In this week’s Economics for Entrepreneurs podcast, Dr. Mark Packard tells us more about his research into the value learning process, and reveals two tools he has developed to help business teams to learn from customers and prospects.
Key Takeaways and Actionable Insights
The Austrian economic principle of subjective value – placing value entirely in the mind of the customer – helps Austrian entrepreneurs analyze value creation from a unique viewpoint. One of these is the value learning process, a new way of thinking about how to be a critical catalyst for a customer’s value experience.
Customers learn intentionally over time, endlessly looking for new and better ways to satisfy their various needs.
Mark’s research has identified 5 stages in this value learning process, depicted in the graphic below.
The 5 stages are: Predicted Value, Relative Value, Exchange Value, Experience Value and Value Assessment. Mark describes each stage at the beginning of the podcast.
Because the customer’s value learning process is intentional, it’s one the entrepreneur can monitor, measure and influence.
It’s an example of entrepreneurs learning from their customers, as those customers are conducting their valuation.
The customer is intentional, but not necessarily paying attention, when engaging in valuation.
Entrepreneurs have some work to do to track the customer’s learning process. They’re not taking note as they go. Mark talks about representationalism: how experience is a mental representation that our minds create from the stimuli that senses pick up. That could be going on while the brain’s attention is elsewhere. We’re not thinking consciously about wearing clothes or sitting on a chair, but we are experiencing those activities and we might defer our learning from them to the future, when thinking about buying new clothes or chairs.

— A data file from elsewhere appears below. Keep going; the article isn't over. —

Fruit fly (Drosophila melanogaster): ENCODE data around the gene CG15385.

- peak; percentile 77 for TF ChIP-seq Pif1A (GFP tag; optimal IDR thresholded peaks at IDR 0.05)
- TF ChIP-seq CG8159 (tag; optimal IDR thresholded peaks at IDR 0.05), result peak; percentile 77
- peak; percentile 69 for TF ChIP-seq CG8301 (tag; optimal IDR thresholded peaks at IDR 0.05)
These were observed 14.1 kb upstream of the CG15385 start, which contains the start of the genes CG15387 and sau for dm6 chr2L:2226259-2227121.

For the entrepreneur to learn from the customer, it’s important to listen to the customers who are paying the most attention.
Don’t do your market research with customers from whom you can’t learn because they’re not paying enough attention to your value proposition or to the value experience you are interested in. Find the customers with the most highly developed need, and who are most dissatisfied with the status quo.
Dissatisfaction is a feeling that draws attention away from other distractions. It’s important to customers because it’s disconcerting, unwanted. It’s a high-learning event. In dissatisfaction, customers are finding something new about their need and how to (not) satisfy it. It’s a good time to ask them.
Dissatisfied customers are motivated to share their learning because they are searching for a better solution.
Customers are in the learning process and, if they experience dissatisfaction, they know they need to search for an alternative. Sharing dissatisfaction might result in some new learning for them. They’re willing to talk to you because you are trying to solve their problem.
Focus your research on the highest need, high dissatisfaction customer.
They’ll yield the richest research results, most likely to help you develop an effective value proposition.
When talking to these customers, it’s critical to utilize mindfulness: ensuring customers are in full experiential mode and ignoring all other distractions.
You might think of mindfulness techniques as helping with meditation. But we are able to adapt them for use in our processes of Austrian entrepreneurship. Mark uses step-by-step instructions to talk customers through a mindfulness technique to get the best information and understanding of their needs and satisfaction/dissatisfaction experiences. Entrepreneurs can use the tool at many stages of the value learning process, both at the early development stage for new concepts, and at the marketplace learning stage to tap into their experience of competitive products and services that are making them dissatisfied. We’ve created a new graphic indicating a couple of stages where they could be employed.
With the High Knowledge Customers Tool and the Mindfulness Tool, we’re providing business teams with important equipment to harness the value learning process and reap the developmental benefits of new customer knowledge.
Here is an illustration of where these two tools can be applied in the Value Learning Process. We’ll release Dr. Packard’s teaching course in the coming months, as part of our resources platform for entrepreneurs. These tools and several more will be featured in full in Dr. Packard’s new course. Give us your email address if you’d like to receive information about its release.
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